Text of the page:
$\frac{2 \pi}{N \Delta x} (n_x,n_y)$, where $n_x$ and $n_y$ range from
$-N/2$ to $(N/2) - 1$. We present here structure factor data obtained
on $512 \times 512$ systems as an average over 60 independent initial
conditions. The order parameter profiles are hardened before computing
the structure factor, viz., the values of $\phi > 0$ are set equal to
1 and $\phi < 0$ are set equal to -1. The structure factor is
normalised as $\sum_{\vec{k}} S(\vec{k},t)/N^2 = 1$. All results
presented below are for the spherically averaged structure factor
$S(k,t)$.
Experimentalists are typically interested in whether or not the
structure factor exhibits dynamical scaling \cite{bs}, viz., whether or
not the time-dependence of the spherically averaged structure factor
has the simple scaling form
\beq
S(k,t) = L(t)^d F(kL(t)) ,
\eeq
where $d$ is the dimensionality and $F(x)$ is a time-independent
master function. The interpretation of dynamical scaling is that the
coarsening pattern maintains its morphology but the characteristic
length scale $L(t)$ increases with time. There are many equivalent
definitions (upto prefactors) of the characteristic length scale. We
use what is perhaps the most commonly-used definition, viz., the
inverse of the first moment of the spherically averaged structure
factor $S(k,t)$. Thus, we have $L(t) = \mom ^{-1}$, where \beq \mom =
\frac{\int_0^{k_m} \mbox{d} k k \st}{\int_0^{k_m} \mbox{d} k \st} .
\eeq In (11), we take the upper cut-off $k_m$ as half the magnitude of
the largest wavevector in the Brillouin zone. At these large values of
the wavevector, the structure factor has decayed to approximately zero
and the value of $\mom$ is unchanged even if we increase the
cutoff. Of course, one could also define a length scale using higher
moments of the structure factor or zeroes of the correlation
function. However, in the dynamical scaling regime \cite{bs}, these
definitions are all equivalent.
{}Figure 2 shows evolution pictures from a disordered initial condition
for the parameter value $T/T_c = 0.2$ (or $\phi_0 \simeq 0.9999$) and
a lattice size $256 \times 256$. This low value of temperature
corresponds to a situation in which there is almost no bulk diffusion
once the order parameter saturates out to its equilibrium values. In
this case, domain growth occurs via surface diffusion and has an
associated growth law $\sd$ \cite{fur}. Notice that the domain
morphology in this case is considerably different from the morphology
in the usual CH case with the bicontinuous domains being more
serpentine and intertwined in the present case. {}Figure 3 shows the
corresponding evolution pictures from a $256 \times 256$ lattice for
$T/T_c = 0.5$ (or $\s0 \simeq 0.9575$). These pictures are more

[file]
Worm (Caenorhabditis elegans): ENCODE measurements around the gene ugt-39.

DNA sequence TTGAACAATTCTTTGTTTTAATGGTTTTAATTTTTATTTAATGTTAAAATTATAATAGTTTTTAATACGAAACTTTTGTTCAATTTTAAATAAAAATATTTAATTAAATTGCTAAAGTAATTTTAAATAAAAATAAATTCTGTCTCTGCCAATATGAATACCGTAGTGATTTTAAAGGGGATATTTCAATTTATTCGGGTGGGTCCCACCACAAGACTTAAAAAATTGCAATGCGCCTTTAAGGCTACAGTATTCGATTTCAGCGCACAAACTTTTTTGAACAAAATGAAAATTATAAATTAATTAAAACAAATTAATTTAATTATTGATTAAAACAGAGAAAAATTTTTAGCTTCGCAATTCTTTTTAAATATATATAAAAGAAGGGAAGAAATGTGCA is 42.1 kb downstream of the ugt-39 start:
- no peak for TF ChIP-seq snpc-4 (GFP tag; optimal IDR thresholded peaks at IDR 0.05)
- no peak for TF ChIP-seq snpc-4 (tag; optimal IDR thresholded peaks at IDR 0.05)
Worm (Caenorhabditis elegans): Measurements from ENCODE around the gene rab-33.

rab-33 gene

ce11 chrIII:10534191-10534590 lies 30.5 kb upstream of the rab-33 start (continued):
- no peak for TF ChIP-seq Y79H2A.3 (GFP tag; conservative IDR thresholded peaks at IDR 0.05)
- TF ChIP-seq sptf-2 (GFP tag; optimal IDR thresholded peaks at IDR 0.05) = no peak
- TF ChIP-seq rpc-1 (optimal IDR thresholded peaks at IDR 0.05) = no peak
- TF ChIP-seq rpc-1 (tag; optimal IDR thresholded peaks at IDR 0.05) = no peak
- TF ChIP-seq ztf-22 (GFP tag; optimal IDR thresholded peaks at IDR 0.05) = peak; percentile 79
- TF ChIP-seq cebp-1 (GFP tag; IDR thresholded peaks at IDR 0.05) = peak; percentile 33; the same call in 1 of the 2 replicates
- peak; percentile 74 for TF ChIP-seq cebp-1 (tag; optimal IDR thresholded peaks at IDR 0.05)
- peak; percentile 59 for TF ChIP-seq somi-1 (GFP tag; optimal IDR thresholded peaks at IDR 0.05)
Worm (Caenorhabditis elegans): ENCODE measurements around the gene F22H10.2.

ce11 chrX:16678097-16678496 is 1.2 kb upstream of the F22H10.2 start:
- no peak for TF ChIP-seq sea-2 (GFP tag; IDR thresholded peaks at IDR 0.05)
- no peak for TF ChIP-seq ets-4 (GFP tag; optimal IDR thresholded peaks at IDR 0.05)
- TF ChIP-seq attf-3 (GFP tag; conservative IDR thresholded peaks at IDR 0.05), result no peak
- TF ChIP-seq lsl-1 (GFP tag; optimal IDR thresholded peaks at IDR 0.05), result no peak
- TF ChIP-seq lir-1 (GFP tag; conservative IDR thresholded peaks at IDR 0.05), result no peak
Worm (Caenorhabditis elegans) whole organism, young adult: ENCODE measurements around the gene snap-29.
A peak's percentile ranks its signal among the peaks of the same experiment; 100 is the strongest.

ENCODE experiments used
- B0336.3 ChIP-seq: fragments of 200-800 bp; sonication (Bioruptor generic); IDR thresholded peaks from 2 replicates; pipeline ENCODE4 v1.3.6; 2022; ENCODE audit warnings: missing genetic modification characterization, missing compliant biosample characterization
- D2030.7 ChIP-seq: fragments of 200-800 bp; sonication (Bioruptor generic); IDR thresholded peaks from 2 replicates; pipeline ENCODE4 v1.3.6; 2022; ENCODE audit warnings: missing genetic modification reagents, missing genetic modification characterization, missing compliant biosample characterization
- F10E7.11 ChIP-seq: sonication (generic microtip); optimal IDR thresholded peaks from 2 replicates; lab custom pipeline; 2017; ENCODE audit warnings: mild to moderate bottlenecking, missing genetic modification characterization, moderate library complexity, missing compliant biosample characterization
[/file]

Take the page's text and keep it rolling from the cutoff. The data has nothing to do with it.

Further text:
reminiscent of the CH morphology. {}Figure 4 shows the variation of
order parameter along a horizontal cross-section at the middle of the
lattice for the evolution pictures of {}Figure 2. Figure 5 shows the
order parameter profiles corresponding to the evolution depicted in
{}Figure 3. These profiles provide a qualitative measure of the
thinning out of defects (viz., interfaces) as the coarsening proceeds.
In {}Figure 6(a), we superpose data from different times for the scaled
structure factor $\st \mom^2$ vs. $k/\mom$. The parameter value is
$T/T_c = 0.2$, corresponding to growth mediated by surface diffusion
(i.e., Model S). The structure factor data collapses neatly onto a
master curve, exhibiting the validity of dynamical scaling in this
system. The solid line refers to the scaled structure factor for the
CH equation obtained with the same system sizes and statistics as
described previously. On the scale of this figure, the scaled
structure factor for Model S is coincident with that for the CH
equation except for the first two points after $k=0$, which exhibit
violation of scaling because of finite-size effects. A similar
observation has also been made for the real-space correlation function
by Lacasta et al. \cite{lac}. However, we should stress that the
structure factor is a more sensitive characteristic of phase ordering
dynamics than the correlation function. {}Furthermore, our present data
(obtained on $512 \times 512$ systems with 60 independent runs and
$\Delta t = 0.001, \Delta x = 0.5$) constitutes a considerable
improvement over that of Lacasta et al. \cite{lac}, who used a $120
\times 120$ system with 10 independent runs and $\Delta t = 0.025,
\Delta x = 1.0$.
Before we proceed, two further remarks are in order. {}Firstly, it is
interesting that the structure factors for Model S and the CH model
are numerically indistinguishable, even though the morphologies are
different and domain growth is characterised by different power
laws. Clearly, the time-dependent structure factor (which is the
{}Fourier transform of the equal-time correlation function) is not a
sufficiently good measure of the morphology to discriminate between
these two situations and perhaps one needs to invoke other tools like
two-time correlation functions or higher-order structure factors
\cite{blu}. Nevertheless, the structure factor is an experimentally
relevant quantity and the computation of its analytic form for the CH
equation has been an outstanding problem to date. {}Furthermore, it has
been believed that a "correct" theory for the scaling form of the
structure factor must properly account for the bulk diffusion and the
LS growth law \cite{oht, maz}. However, our numerical results
demonstrate that the scaling form of the structure factor for the